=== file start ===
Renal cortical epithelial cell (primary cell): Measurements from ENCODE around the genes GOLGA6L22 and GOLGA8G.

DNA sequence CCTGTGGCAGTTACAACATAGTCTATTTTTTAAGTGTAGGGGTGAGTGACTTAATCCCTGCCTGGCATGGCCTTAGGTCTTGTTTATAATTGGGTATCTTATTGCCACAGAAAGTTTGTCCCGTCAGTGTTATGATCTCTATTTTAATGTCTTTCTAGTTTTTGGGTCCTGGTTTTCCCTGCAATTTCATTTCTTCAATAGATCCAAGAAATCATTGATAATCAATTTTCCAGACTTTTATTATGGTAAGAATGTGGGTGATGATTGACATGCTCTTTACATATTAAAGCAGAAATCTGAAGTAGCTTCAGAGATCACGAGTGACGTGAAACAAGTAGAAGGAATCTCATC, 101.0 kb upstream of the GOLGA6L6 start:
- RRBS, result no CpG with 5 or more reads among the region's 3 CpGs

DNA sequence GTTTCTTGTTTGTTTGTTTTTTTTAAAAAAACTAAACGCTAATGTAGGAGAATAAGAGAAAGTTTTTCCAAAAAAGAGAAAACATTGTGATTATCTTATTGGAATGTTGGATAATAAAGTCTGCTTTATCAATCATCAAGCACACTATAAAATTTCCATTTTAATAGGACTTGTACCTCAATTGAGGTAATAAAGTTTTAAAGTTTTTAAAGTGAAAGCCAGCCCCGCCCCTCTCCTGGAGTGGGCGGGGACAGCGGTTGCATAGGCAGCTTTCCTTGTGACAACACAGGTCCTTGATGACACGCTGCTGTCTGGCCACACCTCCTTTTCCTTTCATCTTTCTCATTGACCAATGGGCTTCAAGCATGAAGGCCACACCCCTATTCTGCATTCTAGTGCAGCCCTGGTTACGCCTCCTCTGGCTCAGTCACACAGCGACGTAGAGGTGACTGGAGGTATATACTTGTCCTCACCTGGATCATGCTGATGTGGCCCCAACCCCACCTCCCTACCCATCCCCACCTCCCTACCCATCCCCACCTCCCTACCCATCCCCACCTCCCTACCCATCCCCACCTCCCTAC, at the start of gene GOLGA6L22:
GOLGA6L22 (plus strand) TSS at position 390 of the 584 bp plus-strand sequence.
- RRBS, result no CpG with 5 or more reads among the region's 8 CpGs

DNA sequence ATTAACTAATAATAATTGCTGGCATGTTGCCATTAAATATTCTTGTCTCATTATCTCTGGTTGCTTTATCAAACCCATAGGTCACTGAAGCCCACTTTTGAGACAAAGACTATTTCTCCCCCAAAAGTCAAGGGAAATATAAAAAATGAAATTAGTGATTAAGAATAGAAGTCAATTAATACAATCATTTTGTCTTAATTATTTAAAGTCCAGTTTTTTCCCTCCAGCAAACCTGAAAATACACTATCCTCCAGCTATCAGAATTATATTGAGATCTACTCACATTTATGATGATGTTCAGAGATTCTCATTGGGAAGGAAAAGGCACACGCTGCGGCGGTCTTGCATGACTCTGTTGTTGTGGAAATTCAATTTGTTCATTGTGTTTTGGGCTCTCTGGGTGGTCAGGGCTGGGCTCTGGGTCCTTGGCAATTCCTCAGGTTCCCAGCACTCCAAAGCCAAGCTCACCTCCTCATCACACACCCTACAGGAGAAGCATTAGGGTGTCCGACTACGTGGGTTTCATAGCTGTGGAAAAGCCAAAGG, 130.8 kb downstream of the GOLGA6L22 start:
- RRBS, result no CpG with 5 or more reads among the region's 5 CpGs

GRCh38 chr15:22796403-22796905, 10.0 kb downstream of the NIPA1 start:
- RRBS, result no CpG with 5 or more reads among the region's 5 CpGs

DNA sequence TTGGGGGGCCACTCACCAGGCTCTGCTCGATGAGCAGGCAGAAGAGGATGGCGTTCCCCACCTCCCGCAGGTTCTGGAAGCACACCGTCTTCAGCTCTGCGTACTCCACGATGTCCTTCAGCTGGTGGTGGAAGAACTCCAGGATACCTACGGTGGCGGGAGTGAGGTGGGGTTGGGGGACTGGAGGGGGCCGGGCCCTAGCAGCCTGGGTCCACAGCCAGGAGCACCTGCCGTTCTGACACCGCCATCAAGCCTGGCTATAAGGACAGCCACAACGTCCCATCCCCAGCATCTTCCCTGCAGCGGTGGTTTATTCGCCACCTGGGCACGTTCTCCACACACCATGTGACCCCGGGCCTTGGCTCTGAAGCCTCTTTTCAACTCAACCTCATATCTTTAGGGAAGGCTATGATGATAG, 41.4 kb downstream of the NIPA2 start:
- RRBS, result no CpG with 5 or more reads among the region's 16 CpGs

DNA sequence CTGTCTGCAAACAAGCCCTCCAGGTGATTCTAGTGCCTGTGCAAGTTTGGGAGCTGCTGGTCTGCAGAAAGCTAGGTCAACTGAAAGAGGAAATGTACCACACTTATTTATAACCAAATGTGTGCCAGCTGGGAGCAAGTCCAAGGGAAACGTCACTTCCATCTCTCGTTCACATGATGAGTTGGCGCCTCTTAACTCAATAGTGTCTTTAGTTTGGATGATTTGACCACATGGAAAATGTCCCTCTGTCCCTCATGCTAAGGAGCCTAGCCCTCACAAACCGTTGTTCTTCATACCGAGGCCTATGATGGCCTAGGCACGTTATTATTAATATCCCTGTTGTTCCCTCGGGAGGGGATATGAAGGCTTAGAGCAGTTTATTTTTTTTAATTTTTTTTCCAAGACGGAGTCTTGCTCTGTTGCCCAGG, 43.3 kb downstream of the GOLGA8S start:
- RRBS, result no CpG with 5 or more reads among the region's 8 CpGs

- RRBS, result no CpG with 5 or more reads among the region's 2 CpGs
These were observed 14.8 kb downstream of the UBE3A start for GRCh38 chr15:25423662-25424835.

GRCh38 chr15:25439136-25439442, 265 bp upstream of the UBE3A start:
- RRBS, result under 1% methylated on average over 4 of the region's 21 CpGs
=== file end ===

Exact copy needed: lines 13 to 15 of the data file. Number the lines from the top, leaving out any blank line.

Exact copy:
DNA sequence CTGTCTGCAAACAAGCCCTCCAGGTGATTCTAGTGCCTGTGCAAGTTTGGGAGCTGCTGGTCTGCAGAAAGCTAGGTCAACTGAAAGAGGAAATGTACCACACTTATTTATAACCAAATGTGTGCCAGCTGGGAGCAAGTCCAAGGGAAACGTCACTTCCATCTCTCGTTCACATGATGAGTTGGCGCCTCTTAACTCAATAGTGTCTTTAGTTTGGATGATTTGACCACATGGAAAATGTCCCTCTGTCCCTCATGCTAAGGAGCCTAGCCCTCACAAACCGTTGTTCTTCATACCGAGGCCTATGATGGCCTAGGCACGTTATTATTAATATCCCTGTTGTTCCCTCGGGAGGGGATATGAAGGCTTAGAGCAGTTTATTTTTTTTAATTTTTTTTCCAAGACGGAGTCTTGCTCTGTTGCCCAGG, 43.3 kb downstream of the GOLGA8S start:
- RRBS, result no CpG with 5 or more reads among the region's 8 CpGs

- RRBS, result no CpG with 5 or more reads among the region's 2 CpGs